AstraZeneca pairs two key drugs to prevent arthritis-causing disease

AstraZeneca is ahead of the US drug giant Amgen in an experimental drug combination to prevent a potentially life-threatening inflammation-inducing autoimmune disease. AstraZeneca and the pharmaceutical research company Amgen, along with the gene therapy…

AstraZeneca pairs two key drugs to prevent arthritis-causing disease

AstraZeneca is ahead of the US drug giant Amgen in an experimental drug combination to prevent a potentially life-threatening inflammation-inducing autoimmune disease.

AstraZeneca and the pharmaceutical research company Amgen, along with the gene therapy company Spark Therapeutics and the pharmaceutical company Johnson & Johnson, have reported positive early-stage trials of a therapy combining their drugs that were well-tolerated and significantly more effective than a placebo at preventing a condition called polymyalgia rheumatica (PMR).

Polymyalgia rheumatica (PMR) is a common inflammatory disease of the joints which affects up to 1.8 million people in the UK, making it the seventh most common autoimmune disorder. Common symptoms include inflammation of the joint and blood in the joint fluid. Over time, the condition can lead to joint damage and permanent disability.

The drug combination works by using the immune system to target and destroy the cells causing inflammation. In the early-stage trial, the drug combination, called reovaginal reinvaginal infusions, reached a target antibody dose that was more than 80% effective at preventing a negative immune response in those who developed the disease. These positive antibody levels mean the therapeutic drug only has to be administered every four weeks, so the cycle of treatment is more frequent.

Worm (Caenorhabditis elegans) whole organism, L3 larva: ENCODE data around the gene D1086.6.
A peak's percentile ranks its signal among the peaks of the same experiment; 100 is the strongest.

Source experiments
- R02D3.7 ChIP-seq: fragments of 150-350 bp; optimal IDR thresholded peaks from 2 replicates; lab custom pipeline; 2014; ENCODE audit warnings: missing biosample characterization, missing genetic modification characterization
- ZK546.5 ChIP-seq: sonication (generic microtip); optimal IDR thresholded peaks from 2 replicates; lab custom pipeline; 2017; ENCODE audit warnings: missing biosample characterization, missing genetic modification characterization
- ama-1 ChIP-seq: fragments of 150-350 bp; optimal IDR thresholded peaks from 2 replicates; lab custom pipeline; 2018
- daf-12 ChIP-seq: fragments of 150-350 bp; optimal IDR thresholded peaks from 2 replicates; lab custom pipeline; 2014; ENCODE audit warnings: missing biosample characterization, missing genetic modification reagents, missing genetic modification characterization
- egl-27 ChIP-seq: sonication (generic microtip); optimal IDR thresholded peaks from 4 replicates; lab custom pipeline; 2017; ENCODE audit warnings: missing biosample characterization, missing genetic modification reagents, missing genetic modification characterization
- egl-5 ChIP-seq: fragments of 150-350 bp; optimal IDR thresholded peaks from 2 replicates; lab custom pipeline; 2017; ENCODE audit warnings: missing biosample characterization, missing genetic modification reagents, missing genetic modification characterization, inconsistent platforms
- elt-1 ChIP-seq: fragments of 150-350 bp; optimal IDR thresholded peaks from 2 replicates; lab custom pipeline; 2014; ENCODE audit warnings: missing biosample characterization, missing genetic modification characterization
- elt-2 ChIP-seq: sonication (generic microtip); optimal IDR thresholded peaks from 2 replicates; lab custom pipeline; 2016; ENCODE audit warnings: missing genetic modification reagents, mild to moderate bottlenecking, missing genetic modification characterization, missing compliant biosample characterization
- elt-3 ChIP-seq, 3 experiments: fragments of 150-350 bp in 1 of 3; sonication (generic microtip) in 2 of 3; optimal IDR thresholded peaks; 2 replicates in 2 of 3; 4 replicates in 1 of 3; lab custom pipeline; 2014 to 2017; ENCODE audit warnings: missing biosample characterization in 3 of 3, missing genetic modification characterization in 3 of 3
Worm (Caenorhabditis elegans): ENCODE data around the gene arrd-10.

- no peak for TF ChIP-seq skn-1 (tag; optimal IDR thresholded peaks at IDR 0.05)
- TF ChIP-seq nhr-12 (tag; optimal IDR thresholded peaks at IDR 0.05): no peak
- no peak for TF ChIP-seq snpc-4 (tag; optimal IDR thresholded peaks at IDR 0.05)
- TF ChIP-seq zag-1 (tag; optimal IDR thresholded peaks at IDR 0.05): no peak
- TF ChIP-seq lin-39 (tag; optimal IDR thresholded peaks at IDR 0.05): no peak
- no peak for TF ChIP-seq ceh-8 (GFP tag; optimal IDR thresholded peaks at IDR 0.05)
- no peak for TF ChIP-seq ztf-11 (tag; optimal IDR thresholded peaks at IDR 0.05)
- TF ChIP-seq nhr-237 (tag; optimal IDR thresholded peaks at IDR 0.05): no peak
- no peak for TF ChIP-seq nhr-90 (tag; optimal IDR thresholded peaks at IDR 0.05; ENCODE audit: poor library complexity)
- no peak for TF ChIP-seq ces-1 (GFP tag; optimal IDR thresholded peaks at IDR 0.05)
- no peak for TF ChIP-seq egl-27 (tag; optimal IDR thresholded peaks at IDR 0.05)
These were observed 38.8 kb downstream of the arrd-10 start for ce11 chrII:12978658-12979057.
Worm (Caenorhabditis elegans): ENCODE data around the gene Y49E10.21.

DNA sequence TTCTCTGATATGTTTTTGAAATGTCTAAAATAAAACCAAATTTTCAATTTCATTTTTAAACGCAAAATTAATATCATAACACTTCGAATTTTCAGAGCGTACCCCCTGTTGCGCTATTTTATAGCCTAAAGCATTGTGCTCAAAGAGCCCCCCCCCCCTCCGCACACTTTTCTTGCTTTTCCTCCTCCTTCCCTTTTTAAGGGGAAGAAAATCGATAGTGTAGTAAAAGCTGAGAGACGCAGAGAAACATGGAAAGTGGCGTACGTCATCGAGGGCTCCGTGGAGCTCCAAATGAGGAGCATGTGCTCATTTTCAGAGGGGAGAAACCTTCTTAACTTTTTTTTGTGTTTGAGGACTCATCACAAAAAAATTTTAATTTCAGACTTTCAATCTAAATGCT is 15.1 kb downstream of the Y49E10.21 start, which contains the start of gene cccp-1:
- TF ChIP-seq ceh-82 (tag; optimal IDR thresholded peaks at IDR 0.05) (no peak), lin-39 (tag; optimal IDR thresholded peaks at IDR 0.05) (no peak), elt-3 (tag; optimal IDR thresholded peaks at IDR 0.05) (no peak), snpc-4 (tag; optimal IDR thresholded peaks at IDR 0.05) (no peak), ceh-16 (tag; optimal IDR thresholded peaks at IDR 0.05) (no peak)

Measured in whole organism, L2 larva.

The scientists behind the drug combination are now investigating whether it can be used to prevent some forms of inflammatory arthritis in the knee joint. In the trial, researchers reported a 12-week repeat treatment with the drug in those who had developed PMR but showed no signs of inflammatory arthritis and over half (61%) of people with PMR who developed inflammation still showed no signs of it.

“Approximately half of all cases of PMR can be prevented by treating the underlying defect, which is the problem with the immune system causing inflammation,” said Professor Mark Benfield, head of the inflammatory arthritis research group at Imperial College London. “These antibodies are a means of targeting the underlying inflammatory response, and if this can be achieved we think this could make an important contribution to preventing PMR.”

Martin Wolf, vice-president of global R&D at Amgen, said: “Additional opportunities to prevent moderate joint damage and disability in the early stages of the disease should not be under-recognised.”

Amgen had already been working on the same science in collaboration with Bristol-Myers Squibb, with promising results in 2016. Following these good results and Amgen’s need to focus on newer and more advanced projects, the companies decided to form a joint venture, Amgen BioPharma, to seek new treatments.

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